The Chinese have a theory that you pass through boredom into fascination and I think it’s true. I would never choose a subject for what it means to me or what I think about it. You’ve just got to choose a subject, and what you feel about it, what it means, begins to unfold if you just plain choose a subject and do it enough.
Diane Arbus was a highly original photographer who has greatly influenced the course of contemporary photography. In her Photography: A Cultural History (2002), Mary Warner Marien writes:
Arbus turned normalcy on its head, making the ordinary bizarre and naturalizing the unusual. In her photographs of people, many of them made while she roamed the streets of New York, clothes and cosmetics are futile efforts to camouflage psychic emptiness or damage. When Arbus photographed children, she revealed them as little versions of bad-tempered, mean-spirited adults. […] On the other hand, her photographs of people at the margins of society, such as female impersonators, show them to be more virtuous for having unmasked their subjective inclinations. For Arbus, marginal people were symbols for her own psychological fragility and trauma (p. 352).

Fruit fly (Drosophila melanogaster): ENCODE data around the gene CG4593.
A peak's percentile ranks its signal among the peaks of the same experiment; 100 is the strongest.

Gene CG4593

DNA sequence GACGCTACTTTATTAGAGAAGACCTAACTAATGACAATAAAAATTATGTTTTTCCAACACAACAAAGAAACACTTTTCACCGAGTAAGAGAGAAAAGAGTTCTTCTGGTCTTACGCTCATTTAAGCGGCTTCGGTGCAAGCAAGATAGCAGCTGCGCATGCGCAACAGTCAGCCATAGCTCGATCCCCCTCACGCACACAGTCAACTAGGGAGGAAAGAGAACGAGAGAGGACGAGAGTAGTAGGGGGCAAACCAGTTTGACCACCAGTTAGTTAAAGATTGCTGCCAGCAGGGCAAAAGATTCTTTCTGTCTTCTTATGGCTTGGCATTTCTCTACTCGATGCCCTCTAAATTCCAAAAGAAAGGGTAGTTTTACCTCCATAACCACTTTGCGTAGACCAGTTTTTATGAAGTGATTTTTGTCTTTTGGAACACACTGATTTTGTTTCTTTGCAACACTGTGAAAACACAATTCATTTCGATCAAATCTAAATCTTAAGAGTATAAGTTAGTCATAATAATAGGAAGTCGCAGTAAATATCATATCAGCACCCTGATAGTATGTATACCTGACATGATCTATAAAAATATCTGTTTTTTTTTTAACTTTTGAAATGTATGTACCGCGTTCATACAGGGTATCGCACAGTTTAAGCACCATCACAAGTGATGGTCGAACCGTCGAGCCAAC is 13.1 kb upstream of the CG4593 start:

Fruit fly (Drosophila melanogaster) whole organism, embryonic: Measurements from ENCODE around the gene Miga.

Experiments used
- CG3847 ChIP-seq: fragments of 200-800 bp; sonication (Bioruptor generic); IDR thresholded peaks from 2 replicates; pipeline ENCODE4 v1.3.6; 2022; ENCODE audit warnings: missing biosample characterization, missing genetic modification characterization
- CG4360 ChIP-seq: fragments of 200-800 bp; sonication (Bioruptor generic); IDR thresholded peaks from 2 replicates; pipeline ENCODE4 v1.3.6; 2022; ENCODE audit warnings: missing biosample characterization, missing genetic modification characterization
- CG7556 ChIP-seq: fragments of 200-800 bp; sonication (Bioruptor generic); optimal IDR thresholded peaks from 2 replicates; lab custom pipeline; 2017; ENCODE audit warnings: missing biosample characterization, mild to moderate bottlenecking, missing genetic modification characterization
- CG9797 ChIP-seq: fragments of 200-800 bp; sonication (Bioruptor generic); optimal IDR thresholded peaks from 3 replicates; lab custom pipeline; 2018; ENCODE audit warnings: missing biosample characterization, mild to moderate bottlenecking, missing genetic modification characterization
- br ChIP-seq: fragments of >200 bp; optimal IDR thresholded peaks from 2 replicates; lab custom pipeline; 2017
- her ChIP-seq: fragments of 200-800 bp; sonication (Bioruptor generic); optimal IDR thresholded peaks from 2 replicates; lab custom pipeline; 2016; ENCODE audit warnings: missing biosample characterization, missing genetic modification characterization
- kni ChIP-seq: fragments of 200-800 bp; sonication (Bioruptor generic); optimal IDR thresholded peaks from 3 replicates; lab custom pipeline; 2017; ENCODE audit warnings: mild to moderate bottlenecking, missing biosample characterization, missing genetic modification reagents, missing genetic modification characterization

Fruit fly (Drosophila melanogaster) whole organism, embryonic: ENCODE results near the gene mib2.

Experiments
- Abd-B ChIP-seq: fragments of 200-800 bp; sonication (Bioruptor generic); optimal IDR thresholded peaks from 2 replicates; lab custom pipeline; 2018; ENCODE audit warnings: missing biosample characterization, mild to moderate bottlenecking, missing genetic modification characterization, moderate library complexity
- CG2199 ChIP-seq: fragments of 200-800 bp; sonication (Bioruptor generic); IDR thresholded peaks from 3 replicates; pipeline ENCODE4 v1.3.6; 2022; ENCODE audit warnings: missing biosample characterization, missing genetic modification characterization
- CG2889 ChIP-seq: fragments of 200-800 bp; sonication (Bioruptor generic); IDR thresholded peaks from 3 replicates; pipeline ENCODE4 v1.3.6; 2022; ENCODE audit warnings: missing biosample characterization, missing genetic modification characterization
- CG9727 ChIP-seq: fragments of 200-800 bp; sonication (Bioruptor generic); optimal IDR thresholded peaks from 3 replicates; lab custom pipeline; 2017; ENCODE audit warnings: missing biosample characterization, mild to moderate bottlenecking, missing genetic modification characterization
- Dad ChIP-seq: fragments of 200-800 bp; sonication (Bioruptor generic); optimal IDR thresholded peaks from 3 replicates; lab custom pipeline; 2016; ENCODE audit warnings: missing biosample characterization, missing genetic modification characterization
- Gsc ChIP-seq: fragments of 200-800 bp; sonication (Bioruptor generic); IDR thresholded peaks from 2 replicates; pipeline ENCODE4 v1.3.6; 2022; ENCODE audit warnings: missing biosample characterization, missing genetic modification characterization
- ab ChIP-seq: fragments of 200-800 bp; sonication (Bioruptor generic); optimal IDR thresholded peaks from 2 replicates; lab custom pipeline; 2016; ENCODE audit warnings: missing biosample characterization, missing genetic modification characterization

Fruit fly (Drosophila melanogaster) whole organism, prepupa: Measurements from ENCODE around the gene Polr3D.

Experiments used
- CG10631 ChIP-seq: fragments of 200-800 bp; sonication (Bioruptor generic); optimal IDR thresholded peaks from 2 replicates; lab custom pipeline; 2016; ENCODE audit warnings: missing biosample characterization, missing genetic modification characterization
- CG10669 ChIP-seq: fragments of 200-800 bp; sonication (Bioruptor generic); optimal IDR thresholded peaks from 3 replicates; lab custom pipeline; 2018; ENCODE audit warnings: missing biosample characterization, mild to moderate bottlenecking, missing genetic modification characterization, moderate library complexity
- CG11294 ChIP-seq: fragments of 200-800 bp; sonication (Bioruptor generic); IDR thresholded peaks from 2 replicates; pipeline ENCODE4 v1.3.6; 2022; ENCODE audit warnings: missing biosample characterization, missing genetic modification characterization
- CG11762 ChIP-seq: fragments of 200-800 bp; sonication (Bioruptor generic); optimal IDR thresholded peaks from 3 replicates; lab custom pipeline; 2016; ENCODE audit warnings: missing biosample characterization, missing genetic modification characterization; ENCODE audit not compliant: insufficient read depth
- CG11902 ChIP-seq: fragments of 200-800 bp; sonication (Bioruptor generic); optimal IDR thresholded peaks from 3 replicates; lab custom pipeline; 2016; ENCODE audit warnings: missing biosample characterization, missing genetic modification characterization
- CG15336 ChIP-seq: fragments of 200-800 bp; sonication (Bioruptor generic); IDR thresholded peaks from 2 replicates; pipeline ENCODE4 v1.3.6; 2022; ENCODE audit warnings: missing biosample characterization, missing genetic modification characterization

The thematic power of Arbus’s work is based on the masterful composition of her subject matter, balancing key elements within a square frame format, which is uniquely identified with her mature style.
To prepare for this Discussion:
With these thoughts in mind:
Post by Day 3 a response that addresses three of the questions. Analyze how Arbus uses placement to create or disrupt a sense of balance in her composition. (Approximately 250 words).
In your post, be sure to:
Be sure to support your ideas by connecting them to the week’s Learning Resources, or something you have read, heard, seen, or experienced.
Read a selection of your colleagues’ postings.
Respond by Day 5 to at least two of your colleagues’ postings that contain a perspective other than yours.